Graduate Program in Neuroscience

David G. Cook

Phone: 206-768-5437
Email: dgcook@uw.edu
Dept.: Research Associate Professor, Department of Medicine (Division of Gerontology and Geriatric Medicine)
Adjunct Research Associate Professor, Department of Pharmacology; Department of Psychiatry & Behavioral Science
Neuroscience Focus Groups: Cell and Molecular Neuroscience, Disorders of the Nervous System, Behavioral Neuroscience
Lab Link

Research: The Cook laboratory has two interrelated research programs
1.  Mild traumatic brain injury (mTBI): Rapidly accumulating evidence indicates that repetitive exposure to the shock waves generated by high explosives initiate injury processes that cumulatively increase risk for neurodegenerative disorders similar to Alzheimer’s disease (AD), Parkinson’s disease (PD), and chronic traumatic encephalopathy (CTE). Our goal is to better understand the mechanisms of blast-induced brain injury by using a translationally relevant in vivo model systems approach to discover the mechanisms of repetitive mTBI. This work is closely integrated with ongoing clinical studies in individuals with blast-related mTBI. By this means we are working to integrate findings in model systems and humans using multi-modal neuroimaging, neuropathology, behavioral analyses, and molecular biology.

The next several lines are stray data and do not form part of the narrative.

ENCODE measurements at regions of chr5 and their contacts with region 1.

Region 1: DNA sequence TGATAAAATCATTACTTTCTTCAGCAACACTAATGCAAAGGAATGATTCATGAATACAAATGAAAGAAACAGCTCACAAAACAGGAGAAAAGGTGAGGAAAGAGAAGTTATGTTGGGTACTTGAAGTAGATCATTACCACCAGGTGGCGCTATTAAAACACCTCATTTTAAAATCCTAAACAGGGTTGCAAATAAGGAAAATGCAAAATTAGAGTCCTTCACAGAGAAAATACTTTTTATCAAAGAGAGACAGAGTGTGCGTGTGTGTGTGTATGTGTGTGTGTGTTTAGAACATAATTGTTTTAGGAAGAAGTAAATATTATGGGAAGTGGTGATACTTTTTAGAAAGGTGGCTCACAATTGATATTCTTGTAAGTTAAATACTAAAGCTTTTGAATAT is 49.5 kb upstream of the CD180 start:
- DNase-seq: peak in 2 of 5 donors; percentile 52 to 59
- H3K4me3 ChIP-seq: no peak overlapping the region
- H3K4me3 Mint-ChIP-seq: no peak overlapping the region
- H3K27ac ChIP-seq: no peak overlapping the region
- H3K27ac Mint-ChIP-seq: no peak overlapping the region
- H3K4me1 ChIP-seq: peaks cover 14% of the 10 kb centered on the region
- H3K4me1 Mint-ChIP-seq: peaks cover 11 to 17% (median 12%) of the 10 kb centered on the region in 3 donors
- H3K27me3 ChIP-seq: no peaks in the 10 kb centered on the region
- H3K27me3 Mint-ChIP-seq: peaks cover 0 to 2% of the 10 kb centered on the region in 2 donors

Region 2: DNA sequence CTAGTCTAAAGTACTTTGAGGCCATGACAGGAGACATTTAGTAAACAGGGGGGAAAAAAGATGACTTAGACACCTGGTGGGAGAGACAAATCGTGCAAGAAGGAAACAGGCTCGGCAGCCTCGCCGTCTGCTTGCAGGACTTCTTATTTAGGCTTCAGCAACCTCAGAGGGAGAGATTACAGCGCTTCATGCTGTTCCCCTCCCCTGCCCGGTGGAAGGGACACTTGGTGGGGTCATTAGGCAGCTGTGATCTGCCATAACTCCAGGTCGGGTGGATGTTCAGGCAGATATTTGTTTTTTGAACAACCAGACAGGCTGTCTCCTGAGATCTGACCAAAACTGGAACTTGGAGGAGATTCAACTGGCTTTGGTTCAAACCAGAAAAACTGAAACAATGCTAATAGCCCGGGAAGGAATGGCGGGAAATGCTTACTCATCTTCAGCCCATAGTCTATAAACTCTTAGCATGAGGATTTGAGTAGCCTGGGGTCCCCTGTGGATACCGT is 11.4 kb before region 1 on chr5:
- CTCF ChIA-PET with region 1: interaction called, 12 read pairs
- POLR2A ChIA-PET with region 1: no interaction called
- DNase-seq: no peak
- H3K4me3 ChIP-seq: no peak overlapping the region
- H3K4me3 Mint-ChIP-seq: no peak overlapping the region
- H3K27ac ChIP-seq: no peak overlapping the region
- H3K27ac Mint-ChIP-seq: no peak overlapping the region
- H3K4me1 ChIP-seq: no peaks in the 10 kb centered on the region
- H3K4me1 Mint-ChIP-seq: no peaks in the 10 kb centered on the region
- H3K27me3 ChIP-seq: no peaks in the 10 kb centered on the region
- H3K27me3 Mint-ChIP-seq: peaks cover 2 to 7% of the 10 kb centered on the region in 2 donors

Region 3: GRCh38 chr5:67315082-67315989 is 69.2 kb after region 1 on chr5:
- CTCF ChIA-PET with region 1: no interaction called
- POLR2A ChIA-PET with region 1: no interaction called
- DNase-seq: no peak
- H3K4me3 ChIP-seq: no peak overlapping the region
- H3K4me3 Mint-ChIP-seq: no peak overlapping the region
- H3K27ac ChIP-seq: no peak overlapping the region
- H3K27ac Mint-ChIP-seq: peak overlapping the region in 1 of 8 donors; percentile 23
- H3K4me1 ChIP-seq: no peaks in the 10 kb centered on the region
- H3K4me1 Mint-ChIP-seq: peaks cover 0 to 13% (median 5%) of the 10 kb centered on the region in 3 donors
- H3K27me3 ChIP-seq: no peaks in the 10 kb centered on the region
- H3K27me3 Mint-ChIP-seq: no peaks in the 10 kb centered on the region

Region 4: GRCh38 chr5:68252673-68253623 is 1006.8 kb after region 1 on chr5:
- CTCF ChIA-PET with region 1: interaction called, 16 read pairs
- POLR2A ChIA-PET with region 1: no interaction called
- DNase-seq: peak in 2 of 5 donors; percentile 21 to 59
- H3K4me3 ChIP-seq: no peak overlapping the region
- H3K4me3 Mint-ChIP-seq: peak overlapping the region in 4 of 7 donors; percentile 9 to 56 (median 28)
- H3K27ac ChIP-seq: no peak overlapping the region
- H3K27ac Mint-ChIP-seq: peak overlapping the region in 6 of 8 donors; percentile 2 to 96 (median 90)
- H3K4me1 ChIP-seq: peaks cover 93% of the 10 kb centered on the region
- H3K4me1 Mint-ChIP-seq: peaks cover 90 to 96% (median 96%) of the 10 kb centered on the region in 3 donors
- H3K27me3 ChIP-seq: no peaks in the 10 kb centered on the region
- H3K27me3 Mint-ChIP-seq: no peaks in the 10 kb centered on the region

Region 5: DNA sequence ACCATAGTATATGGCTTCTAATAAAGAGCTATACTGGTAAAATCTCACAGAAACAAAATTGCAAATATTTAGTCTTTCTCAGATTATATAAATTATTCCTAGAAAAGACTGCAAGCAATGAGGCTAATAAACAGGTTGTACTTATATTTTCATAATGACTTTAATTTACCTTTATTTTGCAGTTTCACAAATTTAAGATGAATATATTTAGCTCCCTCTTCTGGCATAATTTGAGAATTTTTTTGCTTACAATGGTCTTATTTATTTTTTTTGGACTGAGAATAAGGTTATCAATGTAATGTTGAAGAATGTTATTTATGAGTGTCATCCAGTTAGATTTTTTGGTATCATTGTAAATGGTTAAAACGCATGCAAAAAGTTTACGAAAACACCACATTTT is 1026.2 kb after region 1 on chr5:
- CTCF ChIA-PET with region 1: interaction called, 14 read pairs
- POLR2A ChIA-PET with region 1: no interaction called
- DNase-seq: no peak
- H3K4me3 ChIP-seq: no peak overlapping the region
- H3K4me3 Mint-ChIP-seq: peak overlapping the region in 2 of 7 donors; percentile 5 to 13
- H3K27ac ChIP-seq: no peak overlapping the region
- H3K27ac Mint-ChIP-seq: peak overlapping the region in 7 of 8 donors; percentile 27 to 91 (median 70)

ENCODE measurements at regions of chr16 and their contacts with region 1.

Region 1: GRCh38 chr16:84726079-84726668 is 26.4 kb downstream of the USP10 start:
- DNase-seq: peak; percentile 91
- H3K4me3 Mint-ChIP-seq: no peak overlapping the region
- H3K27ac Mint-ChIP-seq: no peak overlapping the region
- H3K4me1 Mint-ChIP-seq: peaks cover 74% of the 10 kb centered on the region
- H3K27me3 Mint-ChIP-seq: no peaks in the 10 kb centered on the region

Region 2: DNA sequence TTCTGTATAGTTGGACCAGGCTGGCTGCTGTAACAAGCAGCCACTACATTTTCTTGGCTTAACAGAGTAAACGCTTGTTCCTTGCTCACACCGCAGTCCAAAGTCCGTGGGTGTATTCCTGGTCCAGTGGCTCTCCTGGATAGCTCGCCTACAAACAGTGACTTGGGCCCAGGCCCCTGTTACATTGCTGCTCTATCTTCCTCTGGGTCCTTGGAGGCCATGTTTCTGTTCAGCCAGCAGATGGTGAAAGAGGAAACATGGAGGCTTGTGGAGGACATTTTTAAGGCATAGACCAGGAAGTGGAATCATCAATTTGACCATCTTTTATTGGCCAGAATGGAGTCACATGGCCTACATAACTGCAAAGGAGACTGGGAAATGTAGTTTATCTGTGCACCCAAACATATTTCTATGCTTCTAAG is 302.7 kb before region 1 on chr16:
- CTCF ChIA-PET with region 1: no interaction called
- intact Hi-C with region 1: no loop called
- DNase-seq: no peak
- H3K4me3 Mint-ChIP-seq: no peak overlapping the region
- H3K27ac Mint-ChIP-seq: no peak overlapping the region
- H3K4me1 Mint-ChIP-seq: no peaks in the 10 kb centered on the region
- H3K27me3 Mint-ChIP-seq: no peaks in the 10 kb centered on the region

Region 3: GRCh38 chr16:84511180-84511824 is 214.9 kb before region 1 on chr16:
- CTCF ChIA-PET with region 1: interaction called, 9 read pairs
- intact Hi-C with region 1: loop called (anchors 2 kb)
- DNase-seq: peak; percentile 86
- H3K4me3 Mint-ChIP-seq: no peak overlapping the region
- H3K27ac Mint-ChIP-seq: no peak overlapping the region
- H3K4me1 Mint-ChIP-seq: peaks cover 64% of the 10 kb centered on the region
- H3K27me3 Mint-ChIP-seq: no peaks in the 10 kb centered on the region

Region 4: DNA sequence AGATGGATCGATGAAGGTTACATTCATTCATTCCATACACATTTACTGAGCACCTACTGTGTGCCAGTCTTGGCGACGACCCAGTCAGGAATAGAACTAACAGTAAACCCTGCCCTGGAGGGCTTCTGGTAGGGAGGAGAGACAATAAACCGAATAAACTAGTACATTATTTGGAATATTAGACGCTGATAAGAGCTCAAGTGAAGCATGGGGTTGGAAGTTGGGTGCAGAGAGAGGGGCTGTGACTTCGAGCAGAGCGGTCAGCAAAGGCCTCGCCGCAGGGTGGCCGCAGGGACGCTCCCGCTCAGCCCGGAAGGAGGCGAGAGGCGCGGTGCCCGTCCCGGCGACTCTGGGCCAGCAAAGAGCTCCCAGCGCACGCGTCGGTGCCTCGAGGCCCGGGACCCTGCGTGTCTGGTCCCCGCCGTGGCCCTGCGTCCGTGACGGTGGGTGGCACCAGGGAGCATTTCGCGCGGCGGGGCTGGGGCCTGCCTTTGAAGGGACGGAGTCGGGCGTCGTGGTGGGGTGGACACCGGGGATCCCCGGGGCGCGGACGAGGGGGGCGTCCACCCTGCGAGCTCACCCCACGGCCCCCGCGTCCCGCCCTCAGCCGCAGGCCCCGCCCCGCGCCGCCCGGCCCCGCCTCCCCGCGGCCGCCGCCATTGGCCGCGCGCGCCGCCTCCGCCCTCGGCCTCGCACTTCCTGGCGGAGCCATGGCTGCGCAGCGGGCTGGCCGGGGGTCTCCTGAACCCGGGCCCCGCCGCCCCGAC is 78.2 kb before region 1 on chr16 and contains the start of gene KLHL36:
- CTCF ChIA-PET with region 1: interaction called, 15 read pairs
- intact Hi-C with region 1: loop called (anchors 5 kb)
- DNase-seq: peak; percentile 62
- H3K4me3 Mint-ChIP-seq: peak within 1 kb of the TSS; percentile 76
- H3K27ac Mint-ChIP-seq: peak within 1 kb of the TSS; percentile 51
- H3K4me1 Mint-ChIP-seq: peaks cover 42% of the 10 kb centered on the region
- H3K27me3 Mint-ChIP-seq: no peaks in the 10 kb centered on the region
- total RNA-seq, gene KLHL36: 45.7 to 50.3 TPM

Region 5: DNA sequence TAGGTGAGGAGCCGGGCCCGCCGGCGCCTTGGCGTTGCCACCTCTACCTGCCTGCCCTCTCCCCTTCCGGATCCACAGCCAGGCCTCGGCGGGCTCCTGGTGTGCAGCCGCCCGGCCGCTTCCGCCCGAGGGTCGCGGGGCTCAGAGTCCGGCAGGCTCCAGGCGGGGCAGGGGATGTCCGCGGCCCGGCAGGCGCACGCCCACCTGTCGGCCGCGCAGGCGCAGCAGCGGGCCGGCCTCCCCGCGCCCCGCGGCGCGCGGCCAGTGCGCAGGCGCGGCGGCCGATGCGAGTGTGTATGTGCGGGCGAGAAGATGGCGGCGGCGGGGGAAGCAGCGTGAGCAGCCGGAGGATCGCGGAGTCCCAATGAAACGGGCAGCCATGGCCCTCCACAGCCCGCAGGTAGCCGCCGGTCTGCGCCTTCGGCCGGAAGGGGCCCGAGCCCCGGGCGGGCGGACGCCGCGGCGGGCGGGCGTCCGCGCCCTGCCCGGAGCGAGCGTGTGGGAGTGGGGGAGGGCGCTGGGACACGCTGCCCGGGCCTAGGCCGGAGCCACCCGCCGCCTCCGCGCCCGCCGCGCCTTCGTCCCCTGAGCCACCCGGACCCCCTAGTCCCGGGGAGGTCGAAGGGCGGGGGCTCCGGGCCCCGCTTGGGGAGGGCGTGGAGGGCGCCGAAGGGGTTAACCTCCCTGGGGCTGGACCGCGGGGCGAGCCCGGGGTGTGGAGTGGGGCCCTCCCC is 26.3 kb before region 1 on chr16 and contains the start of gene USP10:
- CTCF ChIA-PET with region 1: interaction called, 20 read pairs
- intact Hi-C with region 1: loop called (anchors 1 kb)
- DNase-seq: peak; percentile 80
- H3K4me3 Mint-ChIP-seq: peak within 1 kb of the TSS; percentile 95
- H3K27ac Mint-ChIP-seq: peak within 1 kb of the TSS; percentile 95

2.  Alzheimer’s disease: AD is one of the most common disorders of aging and is a disease for which there very few therapeutic options—and those treatments currently available are of limited efficacy. The search for improved treatment options depends on attaining a better understanding of the mechanisms underlying AD pathogenesis.  In this regard the Cook laboratory is focused on exploring the role astrocytes play in AD. Astrocytes are an abundant cell type in the brain that play critical roles in protecting neurons from injury, regulating cell-to-cell communication, and an array of key metabolic functions.  In spite of their importance, their role in AD pathogenesis is not well understood.  In recent years the Cook laboratory has uncovered new evidence of astrocyte dysfunction in AD centered on the failing ability of astrocytes to remove glutamate from the brain.  The goal of this work is to understand how inefficient glutamate clearance occurs in AD so that we can devise new strategies to treat or prevent cognitive decline in AD.